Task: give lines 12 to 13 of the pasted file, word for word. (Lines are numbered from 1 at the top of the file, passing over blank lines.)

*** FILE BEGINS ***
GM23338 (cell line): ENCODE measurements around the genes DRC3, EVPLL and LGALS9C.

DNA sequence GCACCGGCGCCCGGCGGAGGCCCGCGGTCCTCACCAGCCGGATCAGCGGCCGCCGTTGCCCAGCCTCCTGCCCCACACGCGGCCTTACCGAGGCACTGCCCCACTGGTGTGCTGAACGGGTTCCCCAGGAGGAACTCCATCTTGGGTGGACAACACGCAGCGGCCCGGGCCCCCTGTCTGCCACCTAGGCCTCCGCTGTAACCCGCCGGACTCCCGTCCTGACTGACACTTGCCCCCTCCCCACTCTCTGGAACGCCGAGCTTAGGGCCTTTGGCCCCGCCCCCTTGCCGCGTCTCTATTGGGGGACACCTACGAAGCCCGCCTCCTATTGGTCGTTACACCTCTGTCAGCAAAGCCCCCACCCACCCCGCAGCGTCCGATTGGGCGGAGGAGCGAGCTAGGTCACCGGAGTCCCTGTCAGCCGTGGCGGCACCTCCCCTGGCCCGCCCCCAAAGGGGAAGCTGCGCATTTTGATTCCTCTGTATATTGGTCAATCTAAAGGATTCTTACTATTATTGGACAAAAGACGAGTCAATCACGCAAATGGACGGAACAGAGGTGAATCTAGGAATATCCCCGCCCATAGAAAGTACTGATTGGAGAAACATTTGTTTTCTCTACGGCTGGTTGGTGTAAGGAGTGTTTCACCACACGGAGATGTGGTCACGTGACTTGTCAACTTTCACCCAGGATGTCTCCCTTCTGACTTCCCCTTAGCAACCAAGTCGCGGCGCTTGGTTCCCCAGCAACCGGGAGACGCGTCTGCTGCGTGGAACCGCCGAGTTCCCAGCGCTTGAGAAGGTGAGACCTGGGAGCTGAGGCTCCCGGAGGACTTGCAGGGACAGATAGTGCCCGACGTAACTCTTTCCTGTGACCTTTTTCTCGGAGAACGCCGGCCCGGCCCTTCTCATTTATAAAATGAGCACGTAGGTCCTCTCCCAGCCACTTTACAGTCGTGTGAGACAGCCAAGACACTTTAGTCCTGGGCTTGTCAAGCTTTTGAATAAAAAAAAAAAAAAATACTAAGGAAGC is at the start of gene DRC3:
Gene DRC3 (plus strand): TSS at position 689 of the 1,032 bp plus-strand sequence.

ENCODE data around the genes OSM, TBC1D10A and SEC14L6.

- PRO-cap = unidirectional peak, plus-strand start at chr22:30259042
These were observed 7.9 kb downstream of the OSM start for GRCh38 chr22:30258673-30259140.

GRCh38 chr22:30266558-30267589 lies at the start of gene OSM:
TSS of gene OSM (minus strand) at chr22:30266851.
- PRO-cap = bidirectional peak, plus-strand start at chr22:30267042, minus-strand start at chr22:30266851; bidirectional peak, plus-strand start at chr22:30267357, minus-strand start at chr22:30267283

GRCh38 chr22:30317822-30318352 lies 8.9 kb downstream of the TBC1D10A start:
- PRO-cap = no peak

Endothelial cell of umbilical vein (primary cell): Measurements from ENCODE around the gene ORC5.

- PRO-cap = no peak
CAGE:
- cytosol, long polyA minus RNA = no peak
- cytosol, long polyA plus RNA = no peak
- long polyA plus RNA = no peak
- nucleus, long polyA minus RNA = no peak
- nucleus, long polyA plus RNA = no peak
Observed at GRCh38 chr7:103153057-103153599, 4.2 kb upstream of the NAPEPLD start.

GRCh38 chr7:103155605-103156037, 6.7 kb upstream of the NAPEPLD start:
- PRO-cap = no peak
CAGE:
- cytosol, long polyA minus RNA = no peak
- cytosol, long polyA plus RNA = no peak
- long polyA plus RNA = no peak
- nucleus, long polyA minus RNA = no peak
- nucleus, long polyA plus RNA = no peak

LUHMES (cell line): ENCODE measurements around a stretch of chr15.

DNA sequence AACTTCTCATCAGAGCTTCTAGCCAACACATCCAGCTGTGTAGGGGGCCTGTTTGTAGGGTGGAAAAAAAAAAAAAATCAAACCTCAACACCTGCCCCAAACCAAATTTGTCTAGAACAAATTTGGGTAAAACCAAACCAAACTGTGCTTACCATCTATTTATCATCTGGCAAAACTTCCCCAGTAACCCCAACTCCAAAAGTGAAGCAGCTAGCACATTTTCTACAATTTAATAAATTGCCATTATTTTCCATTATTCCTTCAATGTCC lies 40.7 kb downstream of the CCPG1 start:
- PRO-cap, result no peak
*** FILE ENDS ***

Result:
Endothelial cell of umbilical vein (primary cell): Measurements from ENCODE around the gene ORC5.

- PRO-cap = no peak